Wednesday, May 2, 2007

Look! A real penny tree...

I'm leaving for Winnipeg in a few hours, but when I saw this, I just had to share it. A real penny tree! Can you imagine? Wouldn't it be nice to wrap up a bunch and give them to everyone we love?

On a completely separate note, do any of you ever do this?

I took my boys to a movie the other day (Meet the Robinsons) and was so bored I spent the first 1/2 hour making a mental list of everything that was WRONG with the story -- too many characters, not enough character development, etc. However, half way through, I slipped out to go to the bathroom, and my mind wouldn't let go of two elements that did work for me.

End result? Before returning to the theatre, I sat outside the main doors on the rug for a few mins frantically jotting down notes. I filled five blank recipe cards and tucked them in my purse. To anyone else my scribblings might look like gibberish, but to me they are the possibility of a wonderful story, and a writer can never have enough of those.

13 comments:

Melissa Marsh said...

I've done the same thing - analyze the movie I'm watching. Even if I'm enjoying it, I'll nod my head and think, yup, great dark moment scene or yup, great character development. :-)

Larramie said...

Guilty as well, especially if the movie drags on and on.

Now, Holly, you've piqued my interest with the penny tree. Is it real or only another clever picture?

Holly Kennedy said...

Just a clever picture I stumbled across, Larramie.

In the book, the whole point behind "the penny tree" is that my MC's father nails a penny to the trunk of a huge tree and gives it to her as a 'gift'. When you get the book in the mail next week and read it, you'll see the relevance :)

Adrienne said...

So cool!! Want a penny tree meself now.

I have so done the movie thing. I think the funniest thought I ever had on the subject was while watching the film "The League of Extraordinary Gentleman". I thought this thought, and truly believed it before I realised how strange it was:

"I can't wait till they make this into a movie!"

spyscribbler said...

I wasn't thrilled with that movie, either. Very cool picture, though!

Therese said...

When the penny tree matures, will it give loonies as fruit? :)

I WISH I could watch a movie (or read a book, for that matter) without doing that evaluative stuff...but once in a while I do get swept up in the experience, and then I do my analyzing after the fact.

I can see you, the crazy author lady, manically jotting notes while people stare and whisper...little do they know the genius at work there!

mcewen said...

Oh I wish! I'm too busy herding mine back into the seats. It's a catch 22 - have to go when the theatre is practically empty, so now that it's empty there are empty spaces to run up and down in!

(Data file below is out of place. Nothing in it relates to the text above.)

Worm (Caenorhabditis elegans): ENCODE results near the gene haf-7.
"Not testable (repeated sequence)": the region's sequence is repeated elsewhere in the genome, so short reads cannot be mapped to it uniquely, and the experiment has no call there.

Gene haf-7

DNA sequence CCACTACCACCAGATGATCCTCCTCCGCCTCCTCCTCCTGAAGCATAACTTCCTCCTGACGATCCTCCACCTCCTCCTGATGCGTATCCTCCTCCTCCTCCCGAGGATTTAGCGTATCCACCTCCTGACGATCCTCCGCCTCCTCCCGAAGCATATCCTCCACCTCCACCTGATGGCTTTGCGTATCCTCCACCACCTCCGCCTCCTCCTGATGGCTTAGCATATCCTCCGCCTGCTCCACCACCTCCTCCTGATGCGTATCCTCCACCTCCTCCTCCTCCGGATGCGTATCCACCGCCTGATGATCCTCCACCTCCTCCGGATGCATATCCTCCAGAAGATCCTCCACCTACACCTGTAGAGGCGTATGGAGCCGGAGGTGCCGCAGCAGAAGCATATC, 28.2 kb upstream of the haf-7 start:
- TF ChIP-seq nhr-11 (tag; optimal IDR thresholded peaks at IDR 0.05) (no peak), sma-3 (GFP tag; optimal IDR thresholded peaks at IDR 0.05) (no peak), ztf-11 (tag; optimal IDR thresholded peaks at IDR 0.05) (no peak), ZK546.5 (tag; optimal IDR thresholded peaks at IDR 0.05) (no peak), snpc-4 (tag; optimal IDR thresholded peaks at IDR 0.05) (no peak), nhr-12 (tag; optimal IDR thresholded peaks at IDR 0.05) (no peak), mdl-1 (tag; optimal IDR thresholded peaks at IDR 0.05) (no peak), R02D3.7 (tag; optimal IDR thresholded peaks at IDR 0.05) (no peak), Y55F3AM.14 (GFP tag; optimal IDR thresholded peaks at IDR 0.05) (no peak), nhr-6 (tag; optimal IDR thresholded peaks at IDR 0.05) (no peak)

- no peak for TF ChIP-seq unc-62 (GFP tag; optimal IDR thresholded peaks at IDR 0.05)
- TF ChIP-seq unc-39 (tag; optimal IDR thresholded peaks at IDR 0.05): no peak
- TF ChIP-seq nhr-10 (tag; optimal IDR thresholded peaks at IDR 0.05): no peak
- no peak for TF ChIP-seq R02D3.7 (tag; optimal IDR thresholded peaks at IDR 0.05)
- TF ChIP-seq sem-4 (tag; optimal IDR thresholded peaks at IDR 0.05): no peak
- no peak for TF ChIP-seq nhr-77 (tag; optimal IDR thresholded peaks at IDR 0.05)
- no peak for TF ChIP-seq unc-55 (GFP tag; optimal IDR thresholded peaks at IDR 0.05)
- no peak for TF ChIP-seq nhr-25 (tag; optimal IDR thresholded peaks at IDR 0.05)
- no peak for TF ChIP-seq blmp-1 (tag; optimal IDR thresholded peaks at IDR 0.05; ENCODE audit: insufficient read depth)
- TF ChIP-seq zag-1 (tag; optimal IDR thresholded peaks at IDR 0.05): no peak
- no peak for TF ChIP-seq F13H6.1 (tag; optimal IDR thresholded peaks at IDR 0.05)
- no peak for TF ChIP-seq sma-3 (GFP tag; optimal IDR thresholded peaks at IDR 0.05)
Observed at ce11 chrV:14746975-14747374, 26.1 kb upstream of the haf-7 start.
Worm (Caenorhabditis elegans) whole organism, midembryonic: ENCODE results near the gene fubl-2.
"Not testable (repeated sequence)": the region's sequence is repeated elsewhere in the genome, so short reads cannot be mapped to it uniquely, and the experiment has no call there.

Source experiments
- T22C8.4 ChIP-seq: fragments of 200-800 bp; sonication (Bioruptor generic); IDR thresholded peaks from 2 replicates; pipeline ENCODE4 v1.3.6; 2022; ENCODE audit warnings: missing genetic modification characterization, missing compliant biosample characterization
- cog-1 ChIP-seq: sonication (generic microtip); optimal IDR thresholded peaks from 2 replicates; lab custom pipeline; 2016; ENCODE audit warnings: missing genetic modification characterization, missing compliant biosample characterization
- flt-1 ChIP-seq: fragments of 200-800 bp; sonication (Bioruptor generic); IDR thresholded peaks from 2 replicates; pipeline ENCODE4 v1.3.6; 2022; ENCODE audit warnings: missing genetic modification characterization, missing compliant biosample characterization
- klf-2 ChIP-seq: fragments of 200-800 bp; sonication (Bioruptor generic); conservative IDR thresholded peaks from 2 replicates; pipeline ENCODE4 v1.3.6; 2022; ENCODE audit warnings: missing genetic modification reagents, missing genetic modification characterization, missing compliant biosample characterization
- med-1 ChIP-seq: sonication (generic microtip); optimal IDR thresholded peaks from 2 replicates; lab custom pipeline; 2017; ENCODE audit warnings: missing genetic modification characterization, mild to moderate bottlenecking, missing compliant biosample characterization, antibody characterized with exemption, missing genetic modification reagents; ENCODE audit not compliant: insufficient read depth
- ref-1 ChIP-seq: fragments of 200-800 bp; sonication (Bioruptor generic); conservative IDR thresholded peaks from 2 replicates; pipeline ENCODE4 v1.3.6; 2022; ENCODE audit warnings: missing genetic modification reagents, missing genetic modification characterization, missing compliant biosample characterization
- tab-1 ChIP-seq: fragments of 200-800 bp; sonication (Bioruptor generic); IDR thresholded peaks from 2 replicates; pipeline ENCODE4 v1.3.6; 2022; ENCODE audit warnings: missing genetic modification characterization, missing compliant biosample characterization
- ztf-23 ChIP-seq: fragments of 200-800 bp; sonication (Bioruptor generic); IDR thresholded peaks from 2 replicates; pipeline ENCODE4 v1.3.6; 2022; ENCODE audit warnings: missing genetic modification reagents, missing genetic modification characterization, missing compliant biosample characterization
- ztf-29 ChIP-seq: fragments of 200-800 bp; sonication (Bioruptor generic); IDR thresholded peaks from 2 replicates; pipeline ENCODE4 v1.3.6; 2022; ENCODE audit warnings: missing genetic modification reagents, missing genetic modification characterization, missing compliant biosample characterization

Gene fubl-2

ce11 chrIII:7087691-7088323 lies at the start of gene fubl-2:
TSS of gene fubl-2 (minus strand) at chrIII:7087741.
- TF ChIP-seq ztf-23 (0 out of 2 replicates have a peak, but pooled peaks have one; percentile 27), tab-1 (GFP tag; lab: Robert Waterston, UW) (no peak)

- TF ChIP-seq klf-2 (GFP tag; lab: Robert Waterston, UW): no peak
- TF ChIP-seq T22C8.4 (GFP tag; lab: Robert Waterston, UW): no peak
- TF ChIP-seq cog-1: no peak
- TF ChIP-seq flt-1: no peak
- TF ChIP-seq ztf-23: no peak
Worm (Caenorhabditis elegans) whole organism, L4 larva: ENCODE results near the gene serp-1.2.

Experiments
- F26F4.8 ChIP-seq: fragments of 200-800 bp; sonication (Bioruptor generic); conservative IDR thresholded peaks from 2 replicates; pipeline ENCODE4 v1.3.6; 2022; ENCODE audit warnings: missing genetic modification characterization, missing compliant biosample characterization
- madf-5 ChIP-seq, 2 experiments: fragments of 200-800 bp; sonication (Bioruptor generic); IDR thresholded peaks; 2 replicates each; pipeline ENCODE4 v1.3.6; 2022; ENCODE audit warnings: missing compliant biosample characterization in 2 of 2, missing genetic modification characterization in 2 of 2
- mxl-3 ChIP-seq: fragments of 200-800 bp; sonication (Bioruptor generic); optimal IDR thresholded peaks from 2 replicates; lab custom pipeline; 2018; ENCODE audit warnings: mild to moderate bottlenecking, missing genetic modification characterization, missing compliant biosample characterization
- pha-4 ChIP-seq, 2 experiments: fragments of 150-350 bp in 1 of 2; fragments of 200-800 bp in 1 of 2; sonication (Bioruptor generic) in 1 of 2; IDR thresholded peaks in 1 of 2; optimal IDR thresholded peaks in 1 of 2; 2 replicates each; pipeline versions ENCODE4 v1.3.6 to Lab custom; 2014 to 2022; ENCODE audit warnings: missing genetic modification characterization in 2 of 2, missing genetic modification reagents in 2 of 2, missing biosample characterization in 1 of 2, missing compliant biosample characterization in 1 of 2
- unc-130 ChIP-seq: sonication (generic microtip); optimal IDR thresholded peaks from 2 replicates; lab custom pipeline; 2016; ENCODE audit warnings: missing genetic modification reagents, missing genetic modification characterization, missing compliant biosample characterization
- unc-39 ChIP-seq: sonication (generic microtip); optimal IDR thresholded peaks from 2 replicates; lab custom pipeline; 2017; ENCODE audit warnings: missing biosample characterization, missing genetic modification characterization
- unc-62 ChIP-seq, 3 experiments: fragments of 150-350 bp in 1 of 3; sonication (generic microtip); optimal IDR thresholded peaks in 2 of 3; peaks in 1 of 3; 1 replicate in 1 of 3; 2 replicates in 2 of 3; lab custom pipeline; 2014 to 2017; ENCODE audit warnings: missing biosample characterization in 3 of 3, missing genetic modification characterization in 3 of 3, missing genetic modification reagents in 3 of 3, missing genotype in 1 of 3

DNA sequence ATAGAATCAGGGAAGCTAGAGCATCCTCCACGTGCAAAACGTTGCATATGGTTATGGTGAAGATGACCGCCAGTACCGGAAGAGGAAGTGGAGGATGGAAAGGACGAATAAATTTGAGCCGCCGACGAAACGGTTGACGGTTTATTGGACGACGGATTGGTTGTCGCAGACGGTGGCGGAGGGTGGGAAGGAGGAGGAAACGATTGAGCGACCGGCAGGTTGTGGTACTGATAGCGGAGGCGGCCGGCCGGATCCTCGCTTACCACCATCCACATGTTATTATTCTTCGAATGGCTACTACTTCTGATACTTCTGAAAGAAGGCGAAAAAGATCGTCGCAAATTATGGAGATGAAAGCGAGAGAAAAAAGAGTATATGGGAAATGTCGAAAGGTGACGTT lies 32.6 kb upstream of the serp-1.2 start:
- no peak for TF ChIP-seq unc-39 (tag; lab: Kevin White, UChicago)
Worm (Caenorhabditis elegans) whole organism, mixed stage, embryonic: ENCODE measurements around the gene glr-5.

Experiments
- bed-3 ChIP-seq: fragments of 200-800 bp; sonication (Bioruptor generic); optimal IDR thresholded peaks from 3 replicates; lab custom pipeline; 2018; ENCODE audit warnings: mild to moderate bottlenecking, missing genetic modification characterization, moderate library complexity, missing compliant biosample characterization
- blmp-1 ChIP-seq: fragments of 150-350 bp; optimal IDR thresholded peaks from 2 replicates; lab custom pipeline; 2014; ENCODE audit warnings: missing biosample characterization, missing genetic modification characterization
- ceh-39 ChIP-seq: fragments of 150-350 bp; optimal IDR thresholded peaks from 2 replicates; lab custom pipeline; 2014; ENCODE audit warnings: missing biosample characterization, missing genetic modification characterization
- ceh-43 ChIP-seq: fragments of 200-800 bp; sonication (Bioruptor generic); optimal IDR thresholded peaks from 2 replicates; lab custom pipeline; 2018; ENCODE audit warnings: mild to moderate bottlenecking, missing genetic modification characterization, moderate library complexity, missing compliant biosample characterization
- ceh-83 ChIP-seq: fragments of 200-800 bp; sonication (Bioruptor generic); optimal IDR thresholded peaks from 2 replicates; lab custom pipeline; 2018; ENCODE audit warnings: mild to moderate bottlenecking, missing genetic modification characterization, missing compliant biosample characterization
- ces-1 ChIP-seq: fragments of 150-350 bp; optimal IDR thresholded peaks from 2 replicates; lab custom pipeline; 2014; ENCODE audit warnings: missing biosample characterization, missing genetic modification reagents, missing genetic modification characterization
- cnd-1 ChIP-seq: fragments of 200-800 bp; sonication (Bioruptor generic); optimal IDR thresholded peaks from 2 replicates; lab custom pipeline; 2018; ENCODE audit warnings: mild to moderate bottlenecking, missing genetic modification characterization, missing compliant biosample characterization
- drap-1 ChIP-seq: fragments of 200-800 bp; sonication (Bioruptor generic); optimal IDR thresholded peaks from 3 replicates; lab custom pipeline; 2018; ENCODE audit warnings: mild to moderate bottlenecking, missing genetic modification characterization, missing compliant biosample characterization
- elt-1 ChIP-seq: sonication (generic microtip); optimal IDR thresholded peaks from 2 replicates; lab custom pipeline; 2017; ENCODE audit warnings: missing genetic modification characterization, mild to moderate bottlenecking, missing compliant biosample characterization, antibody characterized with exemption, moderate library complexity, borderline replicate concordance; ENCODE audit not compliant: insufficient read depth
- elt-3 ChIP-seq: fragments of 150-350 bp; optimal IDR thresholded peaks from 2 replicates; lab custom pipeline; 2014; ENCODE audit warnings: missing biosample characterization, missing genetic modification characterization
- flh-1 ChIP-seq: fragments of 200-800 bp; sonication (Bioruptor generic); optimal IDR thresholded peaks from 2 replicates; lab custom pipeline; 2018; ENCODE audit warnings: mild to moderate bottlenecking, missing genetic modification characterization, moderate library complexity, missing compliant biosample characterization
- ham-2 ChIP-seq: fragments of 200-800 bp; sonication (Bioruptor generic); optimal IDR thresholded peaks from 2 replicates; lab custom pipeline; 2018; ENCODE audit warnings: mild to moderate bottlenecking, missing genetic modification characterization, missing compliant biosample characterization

Cheers

isittimeforthebusyet? said...

I keep stumbling into the dollar stores hoping against hope to find a dollar tree. Never happens. Drat! I have seen a tin box - )tempted to make off color joke about the Tinman's wife here.) No, must be appropriately mom'ish. I find myself reading books now with a jaundiced eye. I blame Miss Snark completely. The other day I was reading an author I used to love and she used "delicious" in the same sentence to described foods. It was pathetically lazy. Have a lovey day!

Kim Stagliano (who is tired of seeing every inane comment I make show up in my Google alerts and now uses mostly "other".

Demon Hunter said...

Holly,
I find myself doing the same exact thing. Making mental notes if I cannot jot anything down. I think every writer can attest to that. Great post! :*)

Steve G said...

Afraid I haven't. I watch a movie strictly for entertainment. If it is boring, I shut it off or leave.

ORION said...

When I was growing up we had plants called money trees in our yard. Us kids would collect the "blossoms" and be convinced we would be rich.
I loved the penny tree when I read the book a and longed for one of my own.
Too cool.

Mia King said...

Oh, I love that image. A friend had an abundance party and gave it shiny new pennies wrapped in red tissue to everyone who attended - pennies are special in that way!

When a good idea descends or the makings of a story (how appropriate that you would put your ideas on recipe cards - gathering the ingredients for a great story!), it's the best feeling.

John Elder Robison said...

I told my own son about many strange and wonderful plants, shrubs, trees, and animals. He believed me until he was about nine.

It would take a real master to sell a penny tree or a spaghetti bush to a teenager, and I can't even imagine what it would take for a grownup.